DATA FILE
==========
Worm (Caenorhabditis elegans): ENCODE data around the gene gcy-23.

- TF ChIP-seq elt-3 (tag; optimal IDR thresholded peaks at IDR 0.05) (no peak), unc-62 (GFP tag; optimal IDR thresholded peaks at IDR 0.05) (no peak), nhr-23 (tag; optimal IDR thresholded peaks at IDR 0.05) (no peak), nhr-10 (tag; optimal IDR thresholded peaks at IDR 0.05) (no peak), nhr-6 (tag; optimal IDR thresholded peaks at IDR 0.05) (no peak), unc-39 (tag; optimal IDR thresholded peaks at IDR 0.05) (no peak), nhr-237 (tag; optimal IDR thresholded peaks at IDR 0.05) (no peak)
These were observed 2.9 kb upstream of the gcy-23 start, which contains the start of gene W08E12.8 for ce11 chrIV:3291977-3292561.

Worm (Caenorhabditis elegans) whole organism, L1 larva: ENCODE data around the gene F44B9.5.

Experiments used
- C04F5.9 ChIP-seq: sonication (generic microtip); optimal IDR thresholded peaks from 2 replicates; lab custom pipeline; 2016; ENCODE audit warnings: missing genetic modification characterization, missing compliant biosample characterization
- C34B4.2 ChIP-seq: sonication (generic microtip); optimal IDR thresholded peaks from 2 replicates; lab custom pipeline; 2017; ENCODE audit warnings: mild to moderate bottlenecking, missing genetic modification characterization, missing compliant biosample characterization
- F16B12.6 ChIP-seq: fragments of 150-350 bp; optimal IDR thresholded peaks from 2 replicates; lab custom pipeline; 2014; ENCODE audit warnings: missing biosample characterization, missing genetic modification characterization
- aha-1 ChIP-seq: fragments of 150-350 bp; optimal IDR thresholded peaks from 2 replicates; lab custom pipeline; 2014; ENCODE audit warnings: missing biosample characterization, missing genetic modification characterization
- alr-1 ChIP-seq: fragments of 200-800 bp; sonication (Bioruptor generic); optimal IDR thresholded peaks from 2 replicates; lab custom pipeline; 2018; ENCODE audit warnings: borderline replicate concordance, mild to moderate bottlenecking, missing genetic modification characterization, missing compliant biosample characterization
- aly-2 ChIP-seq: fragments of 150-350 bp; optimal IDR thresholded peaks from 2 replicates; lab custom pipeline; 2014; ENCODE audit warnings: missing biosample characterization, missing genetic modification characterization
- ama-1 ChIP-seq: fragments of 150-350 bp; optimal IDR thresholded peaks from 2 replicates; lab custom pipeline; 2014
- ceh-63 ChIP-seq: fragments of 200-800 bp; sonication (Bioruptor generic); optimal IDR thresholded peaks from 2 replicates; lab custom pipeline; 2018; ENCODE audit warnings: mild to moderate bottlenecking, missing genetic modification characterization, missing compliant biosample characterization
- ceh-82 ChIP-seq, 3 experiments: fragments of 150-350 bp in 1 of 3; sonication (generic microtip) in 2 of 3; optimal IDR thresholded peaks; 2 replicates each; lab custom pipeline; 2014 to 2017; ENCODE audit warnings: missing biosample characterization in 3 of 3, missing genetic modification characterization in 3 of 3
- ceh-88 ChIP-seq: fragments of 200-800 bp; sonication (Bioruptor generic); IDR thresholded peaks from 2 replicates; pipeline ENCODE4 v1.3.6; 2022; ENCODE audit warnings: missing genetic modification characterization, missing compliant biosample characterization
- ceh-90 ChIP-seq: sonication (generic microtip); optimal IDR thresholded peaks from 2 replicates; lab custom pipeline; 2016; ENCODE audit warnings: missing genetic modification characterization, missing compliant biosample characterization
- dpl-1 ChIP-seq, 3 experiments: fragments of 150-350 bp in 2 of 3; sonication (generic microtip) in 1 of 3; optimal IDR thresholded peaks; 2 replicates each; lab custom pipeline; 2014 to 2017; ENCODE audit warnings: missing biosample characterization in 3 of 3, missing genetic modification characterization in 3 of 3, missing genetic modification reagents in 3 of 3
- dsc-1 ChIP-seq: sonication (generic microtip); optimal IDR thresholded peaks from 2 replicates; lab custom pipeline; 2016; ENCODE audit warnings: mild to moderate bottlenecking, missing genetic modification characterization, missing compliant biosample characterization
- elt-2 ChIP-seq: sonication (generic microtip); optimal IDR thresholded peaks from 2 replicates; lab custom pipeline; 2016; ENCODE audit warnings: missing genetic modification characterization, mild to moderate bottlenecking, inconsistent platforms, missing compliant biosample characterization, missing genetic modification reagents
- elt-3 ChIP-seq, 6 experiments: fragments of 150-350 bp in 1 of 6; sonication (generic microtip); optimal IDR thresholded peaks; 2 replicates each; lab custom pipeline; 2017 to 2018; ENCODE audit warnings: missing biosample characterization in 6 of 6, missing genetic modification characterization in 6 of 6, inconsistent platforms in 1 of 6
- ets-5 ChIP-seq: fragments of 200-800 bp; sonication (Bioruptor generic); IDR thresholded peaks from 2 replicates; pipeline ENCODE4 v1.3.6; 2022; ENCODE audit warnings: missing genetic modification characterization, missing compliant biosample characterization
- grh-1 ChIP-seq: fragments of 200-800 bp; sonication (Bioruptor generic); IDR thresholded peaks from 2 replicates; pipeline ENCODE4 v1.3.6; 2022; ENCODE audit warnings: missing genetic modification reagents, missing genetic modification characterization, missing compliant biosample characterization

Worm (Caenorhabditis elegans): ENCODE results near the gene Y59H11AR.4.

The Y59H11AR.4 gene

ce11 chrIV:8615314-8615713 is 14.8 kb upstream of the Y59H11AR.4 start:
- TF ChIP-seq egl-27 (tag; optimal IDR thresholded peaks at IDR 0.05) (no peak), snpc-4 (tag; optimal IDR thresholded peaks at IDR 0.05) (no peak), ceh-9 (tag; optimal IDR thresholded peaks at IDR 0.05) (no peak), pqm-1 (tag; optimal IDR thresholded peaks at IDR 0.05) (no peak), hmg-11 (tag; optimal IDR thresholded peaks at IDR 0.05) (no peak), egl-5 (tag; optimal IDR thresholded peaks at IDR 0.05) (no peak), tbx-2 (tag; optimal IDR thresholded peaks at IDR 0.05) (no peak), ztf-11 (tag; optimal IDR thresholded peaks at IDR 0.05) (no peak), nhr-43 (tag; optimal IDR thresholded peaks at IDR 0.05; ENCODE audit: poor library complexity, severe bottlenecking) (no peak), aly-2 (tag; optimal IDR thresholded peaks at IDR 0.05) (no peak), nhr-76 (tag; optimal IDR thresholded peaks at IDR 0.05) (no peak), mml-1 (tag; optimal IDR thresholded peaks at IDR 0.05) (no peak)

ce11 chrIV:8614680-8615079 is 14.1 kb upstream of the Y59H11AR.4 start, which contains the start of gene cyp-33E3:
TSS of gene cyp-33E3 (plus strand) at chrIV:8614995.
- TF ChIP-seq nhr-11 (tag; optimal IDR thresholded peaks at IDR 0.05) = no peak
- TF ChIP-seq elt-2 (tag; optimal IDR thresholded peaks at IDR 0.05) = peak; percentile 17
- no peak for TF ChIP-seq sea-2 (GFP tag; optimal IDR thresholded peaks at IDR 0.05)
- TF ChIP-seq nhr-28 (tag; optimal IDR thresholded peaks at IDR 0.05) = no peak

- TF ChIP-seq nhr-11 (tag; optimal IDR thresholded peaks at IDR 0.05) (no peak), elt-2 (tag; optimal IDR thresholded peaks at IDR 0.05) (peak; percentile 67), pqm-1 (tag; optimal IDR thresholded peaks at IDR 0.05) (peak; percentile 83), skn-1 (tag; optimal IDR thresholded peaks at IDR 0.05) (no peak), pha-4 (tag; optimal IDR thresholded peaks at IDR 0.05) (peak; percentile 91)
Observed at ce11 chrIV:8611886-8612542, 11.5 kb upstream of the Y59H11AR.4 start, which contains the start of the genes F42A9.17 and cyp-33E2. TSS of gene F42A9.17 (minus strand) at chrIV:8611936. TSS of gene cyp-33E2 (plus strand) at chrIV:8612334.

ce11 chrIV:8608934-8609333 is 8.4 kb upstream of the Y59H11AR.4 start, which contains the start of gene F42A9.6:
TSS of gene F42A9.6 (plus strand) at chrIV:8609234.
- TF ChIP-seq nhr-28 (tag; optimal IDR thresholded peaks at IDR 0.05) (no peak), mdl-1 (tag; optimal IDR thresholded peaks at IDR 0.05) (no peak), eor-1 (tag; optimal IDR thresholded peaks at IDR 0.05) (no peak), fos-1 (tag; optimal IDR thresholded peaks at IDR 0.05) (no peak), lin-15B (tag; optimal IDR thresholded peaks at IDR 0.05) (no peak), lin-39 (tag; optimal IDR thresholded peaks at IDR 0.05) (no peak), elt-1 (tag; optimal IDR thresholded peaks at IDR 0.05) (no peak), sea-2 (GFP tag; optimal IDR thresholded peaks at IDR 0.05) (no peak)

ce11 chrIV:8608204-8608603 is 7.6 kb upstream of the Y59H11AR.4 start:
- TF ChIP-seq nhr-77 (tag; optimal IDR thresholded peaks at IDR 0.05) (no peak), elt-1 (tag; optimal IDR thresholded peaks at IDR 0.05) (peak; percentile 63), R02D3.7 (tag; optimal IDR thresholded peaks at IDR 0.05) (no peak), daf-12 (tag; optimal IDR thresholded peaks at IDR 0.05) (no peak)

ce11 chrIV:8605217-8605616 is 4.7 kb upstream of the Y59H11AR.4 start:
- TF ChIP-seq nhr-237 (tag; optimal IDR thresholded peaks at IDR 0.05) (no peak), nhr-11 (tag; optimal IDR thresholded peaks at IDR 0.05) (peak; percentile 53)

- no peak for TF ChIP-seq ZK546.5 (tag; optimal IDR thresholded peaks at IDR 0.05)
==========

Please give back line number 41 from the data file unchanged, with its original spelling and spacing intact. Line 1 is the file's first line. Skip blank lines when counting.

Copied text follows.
- TF ChIP-seq nhr-237 (tag; optimal IDR thresholded peaks at IDR 0.05) (no peak), nhr-11 (tag; optimal IDR thresholded peaks at IDR 0.05) (peak; percentile 53)